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English kills the creativity of a bhasha-writer, says Sahitya Akademi president

Sahitya Akademi president Chandrashekhara Kambara

Sahitya Akademi president Chandrashekhara Kambara   | Photo Credit: K. Bhagya Prakash


Sahitya Akademi’s new chief, Chandrashekhara Kambara, hopes for a multilingual and oral revolution

Kannada writer Chandrashekhara Kambara dons many hats. He is a poet, playwright, novelist and critic who has been honoured with the Padmashree, Sahitya Akademi Award, Kabir Samman and the Jnanpith Award. Kambara has been passionate in his advocacy of the regional traditions of art and literature, and of plurality in social structure. Recently elected the president of Sahitya Akademi, when I met him at its regional office in Bengaluru, he firmly defended the Akademi’s autonomy and underlined the necessity of writing in one’s mother tongue.

You are heading this institution at a time when there is a strong feeling among writers and thinkers that freedom of expression is under threat and that the Sahitya Akademi has remained a “passive, powerless body.” How do you view this?

There are many issues involved here, and I shall try to be brief in explaining them. First, the Sahitya Akademi is a non-partisan and non-political institution, and its sole function is to “develop literature and literary culture in all Indian languages and to promote through them plurality and cultural unity of the country.” You cannot expect one institution to do the job of another. Secondly, it is an autonomous and independent body...

Are you sure the Akademi will continue to enjoy autonomy and freedom in future?

I am positive, because the Akademi has inbuilt structural devices for any course-correction needed from time to time.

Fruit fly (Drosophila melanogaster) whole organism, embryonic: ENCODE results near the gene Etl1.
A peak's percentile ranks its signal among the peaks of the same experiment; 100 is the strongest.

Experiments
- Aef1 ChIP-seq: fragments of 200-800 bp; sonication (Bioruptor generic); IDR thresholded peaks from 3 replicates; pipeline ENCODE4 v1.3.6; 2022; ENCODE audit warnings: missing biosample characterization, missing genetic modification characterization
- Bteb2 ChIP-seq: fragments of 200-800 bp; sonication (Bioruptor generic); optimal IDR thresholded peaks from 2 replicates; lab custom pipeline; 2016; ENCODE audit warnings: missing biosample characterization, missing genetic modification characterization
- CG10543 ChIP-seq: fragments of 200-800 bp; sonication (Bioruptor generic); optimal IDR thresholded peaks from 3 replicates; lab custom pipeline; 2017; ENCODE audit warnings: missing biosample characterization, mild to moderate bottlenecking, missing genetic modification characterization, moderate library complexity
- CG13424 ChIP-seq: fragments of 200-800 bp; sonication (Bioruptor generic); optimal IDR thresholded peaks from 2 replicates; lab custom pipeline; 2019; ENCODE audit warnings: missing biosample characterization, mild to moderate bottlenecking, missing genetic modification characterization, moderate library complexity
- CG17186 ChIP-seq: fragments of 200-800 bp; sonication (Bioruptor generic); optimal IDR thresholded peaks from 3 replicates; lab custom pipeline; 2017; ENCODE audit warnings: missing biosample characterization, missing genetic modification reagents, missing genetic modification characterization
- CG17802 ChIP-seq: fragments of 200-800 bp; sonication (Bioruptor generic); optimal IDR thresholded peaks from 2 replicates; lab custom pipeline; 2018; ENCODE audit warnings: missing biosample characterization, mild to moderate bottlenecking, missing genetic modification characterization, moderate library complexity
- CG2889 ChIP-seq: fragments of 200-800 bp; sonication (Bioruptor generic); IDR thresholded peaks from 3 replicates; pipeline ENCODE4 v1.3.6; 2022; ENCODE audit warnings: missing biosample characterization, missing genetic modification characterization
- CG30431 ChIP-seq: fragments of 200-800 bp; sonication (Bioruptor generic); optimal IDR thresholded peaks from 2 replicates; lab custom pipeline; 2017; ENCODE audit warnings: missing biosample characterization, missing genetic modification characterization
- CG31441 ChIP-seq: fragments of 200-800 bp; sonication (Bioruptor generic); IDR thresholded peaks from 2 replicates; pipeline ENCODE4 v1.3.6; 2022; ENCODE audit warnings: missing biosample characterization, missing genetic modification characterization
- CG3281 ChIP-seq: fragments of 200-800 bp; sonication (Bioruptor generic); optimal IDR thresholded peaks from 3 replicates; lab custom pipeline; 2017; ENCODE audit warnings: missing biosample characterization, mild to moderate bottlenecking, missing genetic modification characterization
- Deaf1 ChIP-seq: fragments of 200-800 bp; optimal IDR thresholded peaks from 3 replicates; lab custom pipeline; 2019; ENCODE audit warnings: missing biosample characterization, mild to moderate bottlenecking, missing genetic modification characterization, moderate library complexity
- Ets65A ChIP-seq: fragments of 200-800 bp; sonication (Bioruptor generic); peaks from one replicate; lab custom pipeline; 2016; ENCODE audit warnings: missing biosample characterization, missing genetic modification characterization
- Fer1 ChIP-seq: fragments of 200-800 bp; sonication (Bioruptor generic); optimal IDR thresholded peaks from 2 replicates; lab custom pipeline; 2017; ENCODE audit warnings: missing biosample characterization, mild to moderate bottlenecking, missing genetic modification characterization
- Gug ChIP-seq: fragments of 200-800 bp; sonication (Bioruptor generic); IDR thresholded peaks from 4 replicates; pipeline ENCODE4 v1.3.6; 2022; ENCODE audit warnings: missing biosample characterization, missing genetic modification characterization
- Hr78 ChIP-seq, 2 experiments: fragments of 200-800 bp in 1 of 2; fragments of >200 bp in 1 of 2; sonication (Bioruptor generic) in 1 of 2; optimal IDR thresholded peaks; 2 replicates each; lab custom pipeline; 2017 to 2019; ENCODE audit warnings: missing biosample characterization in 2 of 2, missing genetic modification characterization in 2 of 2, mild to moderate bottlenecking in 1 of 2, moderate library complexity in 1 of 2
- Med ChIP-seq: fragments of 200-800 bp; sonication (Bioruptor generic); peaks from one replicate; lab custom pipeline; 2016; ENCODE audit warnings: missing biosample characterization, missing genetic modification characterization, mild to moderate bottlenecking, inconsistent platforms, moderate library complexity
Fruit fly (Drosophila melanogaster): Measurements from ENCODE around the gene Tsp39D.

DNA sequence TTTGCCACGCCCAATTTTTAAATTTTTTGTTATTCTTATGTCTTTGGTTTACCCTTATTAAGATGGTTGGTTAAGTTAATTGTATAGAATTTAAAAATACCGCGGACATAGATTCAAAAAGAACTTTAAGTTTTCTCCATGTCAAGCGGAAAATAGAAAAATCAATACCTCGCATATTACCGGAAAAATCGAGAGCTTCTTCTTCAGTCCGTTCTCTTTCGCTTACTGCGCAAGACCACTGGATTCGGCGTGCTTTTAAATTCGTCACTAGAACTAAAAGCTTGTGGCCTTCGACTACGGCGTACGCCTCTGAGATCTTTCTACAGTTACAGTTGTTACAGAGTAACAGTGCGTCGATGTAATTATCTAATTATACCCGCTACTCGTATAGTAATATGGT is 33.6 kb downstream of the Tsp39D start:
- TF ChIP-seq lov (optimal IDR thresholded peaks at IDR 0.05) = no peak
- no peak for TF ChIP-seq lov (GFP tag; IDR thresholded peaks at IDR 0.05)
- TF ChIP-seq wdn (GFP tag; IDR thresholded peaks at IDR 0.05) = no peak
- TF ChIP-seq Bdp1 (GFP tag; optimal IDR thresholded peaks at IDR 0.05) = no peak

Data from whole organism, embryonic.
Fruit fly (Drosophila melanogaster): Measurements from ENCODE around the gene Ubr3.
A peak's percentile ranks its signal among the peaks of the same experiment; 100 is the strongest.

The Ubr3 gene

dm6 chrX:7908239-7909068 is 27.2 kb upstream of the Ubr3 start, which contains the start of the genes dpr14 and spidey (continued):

Can you please explain what those ‘devices’ are?

The Sahitya Akademi came into being through an act of Parliament in 1954, and any major structural changes in it have to be made by Parliament. The Akademi’s office-bearers, including the president and the vice-president, are elected by the members of the Akademi. Also, all the members are chosen by the Akademi on the basis of recommendations from different literary and cultural associations. There is no place for any kind of governmental or external influence.

You have said in an earlier interview, “Revitalising State languages is my top priority.” Can you elaborate?

You see, we have become too dependent on English to the detriment of regional languages. Hence, the priority of the Akademi is to reduce this dependence.

The Akademi organises continuous workshops for people to learn neighbouring languages; it encourages translations directly from one regional language to another rather than through English; in collaboration with universities in different regions, it will get authoritative textbooks, including science texts, in State languages; it is planning to bring out bilingual and multilingual dictionaries; as a representative body, it constantly brings pressure on State governments to make the State language the medium of instruction at the primary level... I can go on and on.

However, the Akademi alone cannot do much in this direction; we expect educationists, writers, and parents to join hands with the Akademi.

Have you ever felt that had you written in English you would have had a larger readership and greater international recognition?